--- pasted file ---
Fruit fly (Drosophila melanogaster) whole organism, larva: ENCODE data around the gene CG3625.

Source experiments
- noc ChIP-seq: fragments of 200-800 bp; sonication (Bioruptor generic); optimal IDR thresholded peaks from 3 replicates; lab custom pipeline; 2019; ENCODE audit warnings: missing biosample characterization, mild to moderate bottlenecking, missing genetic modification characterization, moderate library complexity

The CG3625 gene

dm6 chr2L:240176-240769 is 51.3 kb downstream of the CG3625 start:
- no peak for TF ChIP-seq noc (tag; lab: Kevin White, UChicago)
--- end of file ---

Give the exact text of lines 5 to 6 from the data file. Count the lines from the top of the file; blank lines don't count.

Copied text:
dm6 chr2L:240176-240769 is 51.3 kb downstream of the CG3625 start:
- no peak for TF ChIP-seq noc (tag; lab: Kevin White, UChicago)